His Love and His Grace
THURSDAY: Eighteenth Week in Ordinary Time
His Love and His Grace
When Jesus employed the metaphor of sheep and goats to describe the Old and New Israel of God, he intended to depict the irrational, inflexible and animalistic nature in humankind. The comparison of the ox and the ass with Israel is a perfect example of how reckless, inconsiderate and oblivious the children of God can be in their demands (Is.1:3). Thus, when Christ defined himself as a shepherd to this flock (Ps.100), he gave us a graphic description of the level of somberness, compassion, love, mercy and solidarity it takes to carry a resisting flock back into its fold. It is a labour of altruistic love.
Leadership in the Church sometimes can be daunting. The reactions of Moses and Aaron in Numbers 20:1-13 are prototypes of Christ Jesus’ Passion and Crucifixion. This is reminiscent of the early days of my priestly ministry. Silently, behind closed doors, I wept for the incredulity and obstinacy of those who found fault with every word I uttered. It was always convenient for them to see their faults in me – it was never theirs – only that their needs always took priority over the values of the gospel. There I discovered it is not easy to lead those whose minds, hearts, souls and spirits are lodged in their stomachs to freedom and to salvation if they are unwilling to embrace the slightest austerity measure for their own good. The Seminary had not prepared me for this. Faith and grace taught me how to be empathetic and faithful like God, Moses, Arron and Christ Jesus when the occasions arose.
Leadership in the Church, although daunting sometime, have it aha moments. It is a tall, but it is a noble and nurturing responsibility; it grows gradually into the fabric of the being of those whose vocation it is to be shepherds like God and Christ in the world. It transforms those who embrace it and love it into copies of the incarnate word. It creates in them an avid desire to know God and Christ Jesus intimately, embodies their virtues, values and valour and become true suffering servants like them (Mk.10:45; Is.52:13—53:12).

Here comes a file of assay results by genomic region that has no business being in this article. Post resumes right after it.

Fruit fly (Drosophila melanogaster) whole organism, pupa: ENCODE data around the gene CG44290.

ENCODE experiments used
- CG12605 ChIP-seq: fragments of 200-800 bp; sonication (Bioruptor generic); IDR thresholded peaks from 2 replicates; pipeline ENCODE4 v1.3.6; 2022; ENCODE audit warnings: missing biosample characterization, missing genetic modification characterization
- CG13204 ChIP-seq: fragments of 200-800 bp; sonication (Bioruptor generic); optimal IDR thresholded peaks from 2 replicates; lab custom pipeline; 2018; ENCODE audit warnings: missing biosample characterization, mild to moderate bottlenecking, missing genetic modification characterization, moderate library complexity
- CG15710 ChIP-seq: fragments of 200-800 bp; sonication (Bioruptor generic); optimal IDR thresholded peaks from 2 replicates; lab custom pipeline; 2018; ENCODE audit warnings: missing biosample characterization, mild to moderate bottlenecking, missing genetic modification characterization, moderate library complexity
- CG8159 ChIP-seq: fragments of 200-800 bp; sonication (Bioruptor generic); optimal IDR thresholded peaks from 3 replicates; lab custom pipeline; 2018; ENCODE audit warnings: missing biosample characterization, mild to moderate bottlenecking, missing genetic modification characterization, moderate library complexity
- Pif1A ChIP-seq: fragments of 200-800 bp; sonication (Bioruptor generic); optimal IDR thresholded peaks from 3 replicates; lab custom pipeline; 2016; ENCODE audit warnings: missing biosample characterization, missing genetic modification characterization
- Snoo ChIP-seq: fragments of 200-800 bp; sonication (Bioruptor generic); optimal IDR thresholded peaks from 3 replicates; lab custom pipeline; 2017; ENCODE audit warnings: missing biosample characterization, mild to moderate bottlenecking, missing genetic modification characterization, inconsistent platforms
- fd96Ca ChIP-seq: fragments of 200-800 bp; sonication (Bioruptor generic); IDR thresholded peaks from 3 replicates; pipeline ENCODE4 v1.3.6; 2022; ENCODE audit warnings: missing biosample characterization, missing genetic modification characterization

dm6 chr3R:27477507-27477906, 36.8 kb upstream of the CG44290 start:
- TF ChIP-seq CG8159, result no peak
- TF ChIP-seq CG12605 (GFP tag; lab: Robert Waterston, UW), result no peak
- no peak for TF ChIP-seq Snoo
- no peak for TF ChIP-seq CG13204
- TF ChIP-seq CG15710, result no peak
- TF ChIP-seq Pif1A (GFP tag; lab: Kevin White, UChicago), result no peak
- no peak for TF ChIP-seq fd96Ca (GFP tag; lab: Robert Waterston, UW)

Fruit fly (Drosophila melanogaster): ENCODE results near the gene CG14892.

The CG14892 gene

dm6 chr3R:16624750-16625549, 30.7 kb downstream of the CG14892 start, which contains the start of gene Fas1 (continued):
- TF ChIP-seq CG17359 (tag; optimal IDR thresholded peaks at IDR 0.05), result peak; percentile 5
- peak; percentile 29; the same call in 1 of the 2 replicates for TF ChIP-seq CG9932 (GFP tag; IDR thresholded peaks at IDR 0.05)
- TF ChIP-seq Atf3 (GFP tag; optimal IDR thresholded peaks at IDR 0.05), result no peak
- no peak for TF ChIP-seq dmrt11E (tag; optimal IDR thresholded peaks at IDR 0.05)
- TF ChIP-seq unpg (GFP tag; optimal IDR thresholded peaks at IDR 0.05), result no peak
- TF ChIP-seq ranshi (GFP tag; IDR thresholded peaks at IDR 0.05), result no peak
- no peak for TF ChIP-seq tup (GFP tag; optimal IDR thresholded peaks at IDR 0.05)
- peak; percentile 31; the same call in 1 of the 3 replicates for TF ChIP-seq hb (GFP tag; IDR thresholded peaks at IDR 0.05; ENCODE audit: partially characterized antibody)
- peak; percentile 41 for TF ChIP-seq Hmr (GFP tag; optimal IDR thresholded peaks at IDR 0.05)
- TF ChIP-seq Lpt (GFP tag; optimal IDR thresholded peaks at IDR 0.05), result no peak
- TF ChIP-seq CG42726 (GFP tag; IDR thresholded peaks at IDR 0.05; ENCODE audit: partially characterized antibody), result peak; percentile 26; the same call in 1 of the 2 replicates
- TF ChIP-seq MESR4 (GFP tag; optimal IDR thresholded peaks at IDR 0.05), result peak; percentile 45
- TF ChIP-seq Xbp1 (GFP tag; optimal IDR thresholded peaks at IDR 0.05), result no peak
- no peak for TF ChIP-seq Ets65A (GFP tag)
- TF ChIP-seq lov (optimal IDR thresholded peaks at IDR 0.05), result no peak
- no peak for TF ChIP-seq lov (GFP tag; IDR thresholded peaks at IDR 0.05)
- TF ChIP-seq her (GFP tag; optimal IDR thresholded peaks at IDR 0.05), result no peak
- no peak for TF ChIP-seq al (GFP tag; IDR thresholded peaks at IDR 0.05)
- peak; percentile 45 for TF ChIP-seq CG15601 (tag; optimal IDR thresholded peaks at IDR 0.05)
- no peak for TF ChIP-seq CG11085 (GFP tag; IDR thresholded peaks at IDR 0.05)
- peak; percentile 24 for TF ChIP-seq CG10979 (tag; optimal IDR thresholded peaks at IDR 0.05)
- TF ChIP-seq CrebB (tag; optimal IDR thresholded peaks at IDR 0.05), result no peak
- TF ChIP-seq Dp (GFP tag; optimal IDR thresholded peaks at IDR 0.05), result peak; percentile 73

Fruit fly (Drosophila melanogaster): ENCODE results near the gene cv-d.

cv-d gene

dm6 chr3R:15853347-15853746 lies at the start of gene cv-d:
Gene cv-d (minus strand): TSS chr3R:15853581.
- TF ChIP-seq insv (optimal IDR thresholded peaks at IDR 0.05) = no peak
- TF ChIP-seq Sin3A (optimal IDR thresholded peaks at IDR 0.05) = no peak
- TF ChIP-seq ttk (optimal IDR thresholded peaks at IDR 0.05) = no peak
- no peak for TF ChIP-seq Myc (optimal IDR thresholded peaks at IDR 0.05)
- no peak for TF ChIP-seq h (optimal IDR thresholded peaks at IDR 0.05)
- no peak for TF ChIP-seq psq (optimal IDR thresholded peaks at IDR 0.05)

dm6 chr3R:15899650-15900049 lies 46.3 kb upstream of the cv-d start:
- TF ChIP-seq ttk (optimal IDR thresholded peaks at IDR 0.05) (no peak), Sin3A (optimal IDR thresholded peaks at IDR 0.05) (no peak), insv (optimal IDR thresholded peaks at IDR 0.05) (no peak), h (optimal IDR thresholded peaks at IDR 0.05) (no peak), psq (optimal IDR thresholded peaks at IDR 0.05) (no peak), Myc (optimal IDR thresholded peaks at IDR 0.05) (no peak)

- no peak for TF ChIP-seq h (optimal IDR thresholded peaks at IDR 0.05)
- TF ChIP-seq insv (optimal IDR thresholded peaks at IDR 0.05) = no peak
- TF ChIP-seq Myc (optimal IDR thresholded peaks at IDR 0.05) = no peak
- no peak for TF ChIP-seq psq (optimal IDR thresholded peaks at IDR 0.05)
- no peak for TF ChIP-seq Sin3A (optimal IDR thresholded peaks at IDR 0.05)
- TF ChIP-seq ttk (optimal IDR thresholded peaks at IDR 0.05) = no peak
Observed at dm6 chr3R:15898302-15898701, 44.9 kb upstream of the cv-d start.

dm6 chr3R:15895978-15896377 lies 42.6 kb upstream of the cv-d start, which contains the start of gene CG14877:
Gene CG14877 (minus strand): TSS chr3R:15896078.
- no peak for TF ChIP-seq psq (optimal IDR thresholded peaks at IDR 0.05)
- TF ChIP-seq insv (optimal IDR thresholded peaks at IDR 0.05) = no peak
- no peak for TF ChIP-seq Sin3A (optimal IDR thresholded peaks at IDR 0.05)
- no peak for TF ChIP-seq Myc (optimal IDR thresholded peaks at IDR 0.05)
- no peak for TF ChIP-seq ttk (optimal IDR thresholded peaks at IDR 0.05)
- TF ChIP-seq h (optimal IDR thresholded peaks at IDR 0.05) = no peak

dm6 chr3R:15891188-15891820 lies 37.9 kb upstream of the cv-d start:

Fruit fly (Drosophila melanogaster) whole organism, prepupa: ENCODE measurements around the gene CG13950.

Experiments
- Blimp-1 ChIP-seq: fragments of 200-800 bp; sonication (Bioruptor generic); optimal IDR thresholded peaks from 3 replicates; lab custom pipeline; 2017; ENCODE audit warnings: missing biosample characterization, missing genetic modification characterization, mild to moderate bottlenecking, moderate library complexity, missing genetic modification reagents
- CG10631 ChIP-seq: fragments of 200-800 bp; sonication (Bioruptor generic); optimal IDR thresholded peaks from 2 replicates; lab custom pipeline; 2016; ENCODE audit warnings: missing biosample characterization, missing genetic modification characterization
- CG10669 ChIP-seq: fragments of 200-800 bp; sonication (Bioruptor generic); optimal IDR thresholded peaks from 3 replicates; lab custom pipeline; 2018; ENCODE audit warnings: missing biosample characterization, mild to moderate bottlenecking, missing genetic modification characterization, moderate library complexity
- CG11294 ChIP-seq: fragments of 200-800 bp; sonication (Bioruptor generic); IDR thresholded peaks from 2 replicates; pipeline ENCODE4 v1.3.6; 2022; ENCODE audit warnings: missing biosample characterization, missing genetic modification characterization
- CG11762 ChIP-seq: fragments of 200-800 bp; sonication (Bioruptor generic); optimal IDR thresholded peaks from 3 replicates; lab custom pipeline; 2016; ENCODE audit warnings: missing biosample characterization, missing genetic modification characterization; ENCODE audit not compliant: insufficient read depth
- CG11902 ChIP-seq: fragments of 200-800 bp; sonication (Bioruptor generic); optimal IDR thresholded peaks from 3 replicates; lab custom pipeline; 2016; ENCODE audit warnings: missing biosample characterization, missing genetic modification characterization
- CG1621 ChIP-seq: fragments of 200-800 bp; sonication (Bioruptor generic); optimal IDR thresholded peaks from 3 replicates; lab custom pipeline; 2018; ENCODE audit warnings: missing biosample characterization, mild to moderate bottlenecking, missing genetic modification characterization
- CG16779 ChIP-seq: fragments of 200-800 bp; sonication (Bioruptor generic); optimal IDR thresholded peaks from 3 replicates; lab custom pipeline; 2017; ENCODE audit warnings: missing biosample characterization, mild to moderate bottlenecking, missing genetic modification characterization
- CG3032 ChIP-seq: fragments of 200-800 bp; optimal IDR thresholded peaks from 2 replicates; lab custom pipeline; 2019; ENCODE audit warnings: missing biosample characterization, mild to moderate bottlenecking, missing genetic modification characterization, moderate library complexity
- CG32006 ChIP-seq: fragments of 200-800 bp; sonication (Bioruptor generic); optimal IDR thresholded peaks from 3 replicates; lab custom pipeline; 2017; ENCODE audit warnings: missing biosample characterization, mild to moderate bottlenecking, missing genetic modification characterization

Thus, when Christ asked his disciples, “Who do the people say the son of man is?” Also, “who do you say I am?” He was not fishing for compliments. Instead, he wanted clarity: did the people and the disciples recognise the qualities and nature of the suffering servant of God in him? If they did not, then they would be unprepared for the scandal of the cross. In other words, the question was synonymous with the notion of the suffering servant of God and the preparedness of the disciples to imitate Jesus as a suffering servant of God. Remember the words of Jesus: no one is entitled to become his disciple unless he is willing to take up his cross and follow him (Matt.10:38). Thus, Christ designated all his disciples as suffering servants of God like himself. This is exactly what the Father meant when he said, “Listen to him.”
Time is continuous; so too is the history of humankind. Humankind has not changed. We are still victims of ancient sins. The Church in the world today is inundated with demands to change the values of the gospel and the virtues of Christ so that humankind can quench their licentiousness without accountability to God. Shall the Church remain faithful to the language of the Cross – the virtues of the Gospel or shall it strike at the doors of our rocky hearts that all our hunger and thirst be satisfied and quenched by the grace of God?
My friends, if we know who God is and understand our membership in the Body of Christ – all craving of the flesh, no matter how demanding they may be, God’s love and grace will be sufficient for us. Therefore, the keys placed in the hands of Peter are not mere symbols – rather they are the responsibilities placed upon his shoulder and his successors to be suffering servants of God in the world to bring the children of God triumphantly, through their sufferings to full redemption in Christ Jesus to the Father.
Lord, your love and your grace that is enough for me.